POSTSCRIPT / February 20, 2007 / Tuesday


Philippine STAR Columnist

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STAR is smaller now, but heftier and handier

COMPACT: If your Philippine STAR copy now feels handier and more compact, looking fresh and brighter, it is because of changes in form and content quietly introduced by management.

If you have not noticed it yet, the STAR page format is one inch narrower on the side.

There is no diminution in the overall content, thanks to more disciplined writing and tighter editing. Besides, the reduction in the total print area is spread over the entire issue from the front to the back cover.

One hefty bonus from the makeover is the P60 million in savings expected in one year from reduced newsprint consumption.

PhilSTAR president/CEO Miguel G. Belmonte says that the savings will be used to further improve the product and enhance readers’ satisfaction.

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MARKET FORCE: Why the downsizing? Did we have to replace, refit or retool our behemoth printing presses?

The shift to a narrower format is actually a response to the market, to the requirements of both readers and advertisers.

The old broadsheets had been unusually wide, because Philippine newspapers aped their big American counterparts. In fact the entire newspaper industry in the country is an attempted imitation of US systems.

Newsroom operations are also generally patterned after American models.

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AMERICAN SIZE: But the American-size broadsheet familiar to generations of readers was just too big, too cumbersome, for most Filipinos.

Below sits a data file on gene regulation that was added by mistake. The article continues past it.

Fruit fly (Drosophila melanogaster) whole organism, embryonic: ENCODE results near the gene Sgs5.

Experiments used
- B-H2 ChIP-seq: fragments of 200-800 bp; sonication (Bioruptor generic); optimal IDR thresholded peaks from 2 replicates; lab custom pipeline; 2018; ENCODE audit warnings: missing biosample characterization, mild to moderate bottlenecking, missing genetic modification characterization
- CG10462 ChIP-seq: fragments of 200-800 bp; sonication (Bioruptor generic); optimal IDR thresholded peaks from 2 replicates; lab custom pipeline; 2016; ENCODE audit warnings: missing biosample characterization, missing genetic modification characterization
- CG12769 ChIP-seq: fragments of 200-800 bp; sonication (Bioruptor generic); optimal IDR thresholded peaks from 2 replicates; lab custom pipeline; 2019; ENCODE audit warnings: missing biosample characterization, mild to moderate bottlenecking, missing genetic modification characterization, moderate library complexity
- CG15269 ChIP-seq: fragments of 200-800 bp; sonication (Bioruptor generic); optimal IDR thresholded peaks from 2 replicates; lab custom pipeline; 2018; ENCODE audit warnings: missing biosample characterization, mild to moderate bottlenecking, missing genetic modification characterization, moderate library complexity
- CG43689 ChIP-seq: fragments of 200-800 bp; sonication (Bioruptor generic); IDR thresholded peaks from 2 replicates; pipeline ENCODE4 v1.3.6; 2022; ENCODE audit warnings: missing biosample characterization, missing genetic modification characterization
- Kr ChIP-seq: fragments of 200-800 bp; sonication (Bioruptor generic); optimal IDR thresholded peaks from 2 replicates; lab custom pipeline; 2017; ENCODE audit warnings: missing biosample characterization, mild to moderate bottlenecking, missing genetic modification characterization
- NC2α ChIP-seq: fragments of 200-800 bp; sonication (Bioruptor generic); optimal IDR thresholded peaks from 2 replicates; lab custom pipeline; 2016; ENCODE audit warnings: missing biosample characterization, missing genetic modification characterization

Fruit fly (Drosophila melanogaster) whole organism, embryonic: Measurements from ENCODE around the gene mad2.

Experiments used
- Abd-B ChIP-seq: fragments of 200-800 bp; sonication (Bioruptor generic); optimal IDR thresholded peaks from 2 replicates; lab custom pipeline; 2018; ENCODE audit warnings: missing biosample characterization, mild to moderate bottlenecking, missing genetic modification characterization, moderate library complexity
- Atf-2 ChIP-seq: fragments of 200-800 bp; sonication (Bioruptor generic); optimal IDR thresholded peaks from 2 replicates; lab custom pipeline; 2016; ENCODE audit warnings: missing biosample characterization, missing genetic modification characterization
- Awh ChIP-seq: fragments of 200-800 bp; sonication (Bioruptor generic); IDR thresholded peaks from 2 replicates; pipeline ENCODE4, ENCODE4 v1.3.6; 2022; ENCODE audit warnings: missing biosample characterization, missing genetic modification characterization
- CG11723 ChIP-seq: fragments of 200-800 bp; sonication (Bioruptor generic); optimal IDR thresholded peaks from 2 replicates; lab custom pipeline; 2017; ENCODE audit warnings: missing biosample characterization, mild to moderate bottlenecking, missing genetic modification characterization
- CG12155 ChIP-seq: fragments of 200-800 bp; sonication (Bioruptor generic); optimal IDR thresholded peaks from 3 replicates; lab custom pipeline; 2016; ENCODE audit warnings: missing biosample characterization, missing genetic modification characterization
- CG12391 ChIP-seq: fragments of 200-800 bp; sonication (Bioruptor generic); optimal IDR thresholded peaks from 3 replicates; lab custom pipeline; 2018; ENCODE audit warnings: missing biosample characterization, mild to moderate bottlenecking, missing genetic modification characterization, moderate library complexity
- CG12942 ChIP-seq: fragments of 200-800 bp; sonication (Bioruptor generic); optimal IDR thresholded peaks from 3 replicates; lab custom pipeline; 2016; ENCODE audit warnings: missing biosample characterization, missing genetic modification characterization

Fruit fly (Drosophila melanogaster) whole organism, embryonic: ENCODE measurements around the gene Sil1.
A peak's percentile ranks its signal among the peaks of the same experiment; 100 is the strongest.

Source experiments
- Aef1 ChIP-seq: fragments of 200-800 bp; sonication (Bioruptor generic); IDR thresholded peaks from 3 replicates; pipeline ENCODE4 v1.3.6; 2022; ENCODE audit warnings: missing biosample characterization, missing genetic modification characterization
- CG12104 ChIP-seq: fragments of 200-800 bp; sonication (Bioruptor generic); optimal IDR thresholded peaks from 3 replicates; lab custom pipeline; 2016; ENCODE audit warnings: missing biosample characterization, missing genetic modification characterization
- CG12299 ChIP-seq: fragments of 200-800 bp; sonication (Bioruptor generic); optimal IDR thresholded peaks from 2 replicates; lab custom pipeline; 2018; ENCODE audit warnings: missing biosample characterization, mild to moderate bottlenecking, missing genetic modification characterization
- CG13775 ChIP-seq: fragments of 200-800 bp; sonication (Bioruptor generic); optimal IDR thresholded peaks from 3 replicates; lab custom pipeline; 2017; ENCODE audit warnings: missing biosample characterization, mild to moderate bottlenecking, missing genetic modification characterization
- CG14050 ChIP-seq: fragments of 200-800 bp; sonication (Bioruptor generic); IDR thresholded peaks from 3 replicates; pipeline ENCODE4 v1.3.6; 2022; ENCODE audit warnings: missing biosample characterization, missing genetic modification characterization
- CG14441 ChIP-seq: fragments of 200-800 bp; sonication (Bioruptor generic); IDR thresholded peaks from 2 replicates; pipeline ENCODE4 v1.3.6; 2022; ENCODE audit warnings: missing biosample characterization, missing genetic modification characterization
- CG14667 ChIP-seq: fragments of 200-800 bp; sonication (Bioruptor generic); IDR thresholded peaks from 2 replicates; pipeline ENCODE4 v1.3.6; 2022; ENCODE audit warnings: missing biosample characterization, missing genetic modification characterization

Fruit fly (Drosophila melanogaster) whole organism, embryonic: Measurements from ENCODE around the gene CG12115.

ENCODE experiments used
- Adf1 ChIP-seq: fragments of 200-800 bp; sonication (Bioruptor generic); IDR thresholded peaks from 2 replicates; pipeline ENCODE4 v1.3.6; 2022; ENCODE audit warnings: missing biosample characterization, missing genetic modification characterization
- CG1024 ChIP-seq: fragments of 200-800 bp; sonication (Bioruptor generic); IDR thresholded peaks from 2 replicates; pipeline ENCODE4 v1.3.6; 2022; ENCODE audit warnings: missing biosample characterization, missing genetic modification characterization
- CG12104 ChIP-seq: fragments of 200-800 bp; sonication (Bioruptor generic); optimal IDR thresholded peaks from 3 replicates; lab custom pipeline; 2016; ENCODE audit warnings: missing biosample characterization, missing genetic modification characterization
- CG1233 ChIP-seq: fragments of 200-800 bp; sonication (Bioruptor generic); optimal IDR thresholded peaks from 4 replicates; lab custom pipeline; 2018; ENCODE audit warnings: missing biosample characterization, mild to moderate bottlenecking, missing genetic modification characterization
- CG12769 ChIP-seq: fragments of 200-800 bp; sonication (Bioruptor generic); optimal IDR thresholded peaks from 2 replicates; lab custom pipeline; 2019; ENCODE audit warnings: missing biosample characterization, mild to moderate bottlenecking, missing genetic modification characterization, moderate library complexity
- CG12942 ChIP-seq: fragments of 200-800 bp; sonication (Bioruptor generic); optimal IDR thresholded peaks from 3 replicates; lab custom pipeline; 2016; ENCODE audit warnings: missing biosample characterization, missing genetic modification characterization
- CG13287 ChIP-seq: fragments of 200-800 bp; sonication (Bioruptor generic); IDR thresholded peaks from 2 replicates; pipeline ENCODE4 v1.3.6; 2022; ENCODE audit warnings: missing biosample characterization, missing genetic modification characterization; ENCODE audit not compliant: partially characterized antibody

Try opening a broadsheet (the older newspapers) while on a moving jeepney, bus or light train filled with passengers. It just does not make sense.

A smaller paper’s convenient size is one of the reasons why commuters, and eventually readers at home, prefer the tabloids (half the size of a broadsheet). This convenience factor is aside from their easier Taglish and sensationalized presentation.

If the broadsheets want to keep up with their readers, many of whom have been shifting to TV and radio, they should downsize to a handier, compact format. That they save money in the process is a bonus.

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GIANT-SIZED: There is a parallel phenomenon with cars. There was a time when American-size eight-cylinder vehicles hogged the roads. We went along with the US trend despite the expense and the inconvenience.

But the question of why Filipinos should drive big-size cars when four-cylinder Asian-size vehicles would serve their purposes better refused to go away. Smaller cars came, and now they rule the road.

The same question and the same response have overtaken the newspaper industry.

Soon it will not just be the format, but also the content and language that will have to adjust — maybe grudgingly — to the increasingly demanding Pinoy reader.

Newspapers, even abroad, are losing out to the broadcast media: television and radio. Part of the reason is traced to format, content and language. We will discuss this some other time.

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TYPOGRAPHY: You might have noticed also that our opinion pages now look and read better. There is a fresh and revitalized feel, although some readers may not be able to immediately say where the change has been.